Tag Archives: google

Golang contribution “journey”

Golang has probably the worst contribution model among every other project I worked. Even linux kernel is kawai compared to this.

They have finally merged my wine time fix into runtime/windows subsystem, which took 3 month of negotiations and required 2 almost full rewrite and more importantly, Google’s code contribution policy.

Wine does not support memory mapped update of the timer structures – it is similar to linux vsyscall (or linux copied it from windows), i.e. kernel timer periodically updates some fixed address which can be mapped into userspace and read without using syscall mechanism which is noticeably slower. Wine does not have it (and frankly it can not, since it runs in userspace), but the whole golang windows port is based on this windows feature. I implemented a fallback mechanism which uses plain windows syscall to get the time and QPC counters to implement monotonic time.

But this post is not about technical details of the time subsystem in golang, but instead about stupidity of the google’s contribution policy.

Google contribution policy requires you to have a google account, which it may not create for whatever obscure reason, it just fails and nothing moves forward. No oauth as an industry standard, but only ugly google’s own account. I wonder whether it will force me to use google+ to login.

If you ask another person to contribute into golang on your behalf, they do not accept your patch, since they do not know whether you signed or not contribution agreement (event though the person who sends the patch and authors it does sign this shit). Google forbids to discuss and review patch on github, you can only create an issue with complain, they force to use Gerrit and follow golang’s own horrible contribution steps based on single-commit approach in git.

Technical management at google (and frankly many other places) breaks the whole idea of the fun behind working with open source project.

Please be not like google.

Mesa – Google’s analytic data warehousing system

I will bring back various tech article analysis in this blog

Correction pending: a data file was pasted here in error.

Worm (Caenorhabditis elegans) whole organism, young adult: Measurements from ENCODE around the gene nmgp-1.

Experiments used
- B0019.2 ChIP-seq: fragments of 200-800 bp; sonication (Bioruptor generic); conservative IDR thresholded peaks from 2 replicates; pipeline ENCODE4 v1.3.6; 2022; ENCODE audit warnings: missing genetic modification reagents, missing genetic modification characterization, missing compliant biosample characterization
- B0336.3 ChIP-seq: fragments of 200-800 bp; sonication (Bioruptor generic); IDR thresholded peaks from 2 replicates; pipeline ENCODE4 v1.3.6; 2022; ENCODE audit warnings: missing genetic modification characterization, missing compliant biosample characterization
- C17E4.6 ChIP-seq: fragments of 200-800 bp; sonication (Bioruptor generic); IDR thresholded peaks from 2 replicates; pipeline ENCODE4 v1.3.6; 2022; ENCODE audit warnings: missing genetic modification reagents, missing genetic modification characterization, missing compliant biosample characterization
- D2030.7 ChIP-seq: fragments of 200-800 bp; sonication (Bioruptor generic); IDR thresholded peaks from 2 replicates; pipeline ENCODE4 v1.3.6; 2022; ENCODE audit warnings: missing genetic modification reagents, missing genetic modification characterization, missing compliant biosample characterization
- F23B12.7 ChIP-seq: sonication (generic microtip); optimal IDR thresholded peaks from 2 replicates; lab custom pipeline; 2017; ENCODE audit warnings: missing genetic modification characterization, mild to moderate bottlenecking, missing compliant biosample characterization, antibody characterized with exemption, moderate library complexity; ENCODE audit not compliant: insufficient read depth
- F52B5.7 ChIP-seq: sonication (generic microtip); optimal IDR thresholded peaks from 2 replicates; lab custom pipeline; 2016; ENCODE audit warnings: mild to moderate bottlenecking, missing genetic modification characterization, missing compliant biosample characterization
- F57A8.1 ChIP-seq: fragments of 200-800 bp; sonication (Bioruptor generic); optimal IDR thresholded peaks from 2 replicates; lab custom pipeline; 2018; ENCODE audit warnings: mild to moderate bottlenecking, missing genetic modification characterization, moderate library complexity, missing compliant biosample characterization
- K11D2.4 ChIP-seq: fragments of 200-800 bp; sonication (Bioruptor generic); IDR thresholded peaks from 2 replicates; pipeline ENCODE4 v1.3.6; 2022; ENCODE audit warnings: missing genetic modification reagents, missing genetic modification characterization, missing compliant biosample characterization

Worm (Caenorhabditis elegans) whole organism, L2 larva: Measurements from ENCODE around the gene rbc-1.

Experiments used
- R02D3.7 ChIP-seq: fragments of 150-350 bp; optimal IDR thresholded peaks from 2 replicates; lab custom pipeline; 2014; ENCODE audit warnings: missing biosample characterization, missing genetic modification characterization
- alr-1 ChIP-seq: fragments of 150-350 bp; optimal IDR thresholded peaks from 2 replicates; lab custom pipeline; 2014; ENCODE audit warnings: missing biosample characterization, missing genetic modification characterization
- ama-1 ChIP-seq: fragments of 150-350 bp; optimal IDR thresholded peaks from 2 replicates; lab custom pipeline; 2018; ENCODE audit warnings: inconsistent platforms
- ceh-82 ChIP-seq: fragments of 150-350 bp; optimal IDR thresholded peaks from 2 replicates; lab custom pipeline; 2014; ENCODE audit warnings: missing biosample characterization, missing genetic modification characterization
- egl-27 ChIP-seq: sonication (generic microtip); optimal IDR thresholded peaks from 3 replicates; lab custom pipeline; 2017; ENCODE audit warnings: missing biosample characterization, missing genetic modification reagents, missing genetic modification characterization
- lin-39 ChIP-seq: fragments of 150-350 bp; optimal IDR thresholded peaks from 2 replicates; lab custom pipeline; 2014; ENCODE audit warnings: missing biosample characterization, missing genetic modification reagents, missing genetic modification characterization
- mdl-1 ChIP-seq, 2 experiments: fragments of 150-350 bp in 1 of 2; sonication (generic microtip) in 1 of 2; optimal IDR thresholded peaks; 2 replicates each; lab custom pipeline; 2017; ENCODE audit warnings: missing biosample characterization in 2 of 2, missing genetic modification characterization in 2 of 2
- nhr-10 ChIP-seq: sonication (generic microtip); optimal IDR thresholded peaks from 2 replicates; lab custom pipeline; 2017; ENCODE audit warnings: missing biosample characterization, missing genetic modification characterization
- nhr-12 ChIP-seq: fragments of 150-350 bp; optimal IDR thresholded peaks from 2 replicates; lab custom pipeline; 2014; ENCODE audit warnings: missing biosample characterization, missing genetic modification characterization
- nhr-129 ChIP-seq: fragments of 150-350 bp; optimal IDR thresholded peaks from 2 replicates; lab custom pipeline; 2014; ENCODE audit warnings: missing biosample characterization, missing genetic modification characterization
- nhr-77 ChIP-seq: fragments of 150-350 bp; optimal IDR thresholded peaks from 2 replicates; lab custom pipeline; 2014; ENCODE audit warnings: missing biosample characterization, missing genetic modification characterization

Let’s start with Mesa – Google’s adwords storage and query system. Albeit the article is very self-advertising and a little bit pathos, it still shows some very interesting details on how to design systems which should scale to trillions operations a day.

In particular, data is versioned and never overwritten. Old versions are immutable. Queries aka transactions operate on given version, which are asynchronously propagated over the google’s world datacenters. The only sync part is versioning database – committer updates/pins new version after update transaction criteria has been met, like number of datacenters have a copy and so on. As usual – it is Paxos. Looks like everything in Google uses Paxos, not Raft. Recovery, data movement and garbage collection tasks are also performed asynchronously. Since the only sync operation is version update, committer (updating client) can write heavy data in parallel into the storage and only then ‘attach’ version to those chunks.

Data is stored in (table, key, value) format, and keys are split in chunks. Data is stored in compressed columnar format within each chunk. Well, Mesa uses LevelDB, it explains and simplifies such things.

Mesa uses very interesting versioning – besides so called singletons – single version update, there are also ranges like [0, v0], [v1, v5], [v6, vN] named ‘deltas’ which are basically batches of key updates with appropriate versions. There are async processes which updates version ranges: compaction [0, vX] and new batch creation processes. For example to operate a query on version 7 in example above one could ‘join’ versions [0, v0], [v1, v5] and apply singletons v6 and v7. Async processes calculate various ‘common’ ranges of versions to speed up querying.

Because of versioning Mesa doesn’t need locks between query and update processing – both can be run heavily in parallel.

Here is an article: https://static.googleusercontent.com/media/research.google.com/en//pubs/archive/42851.pdf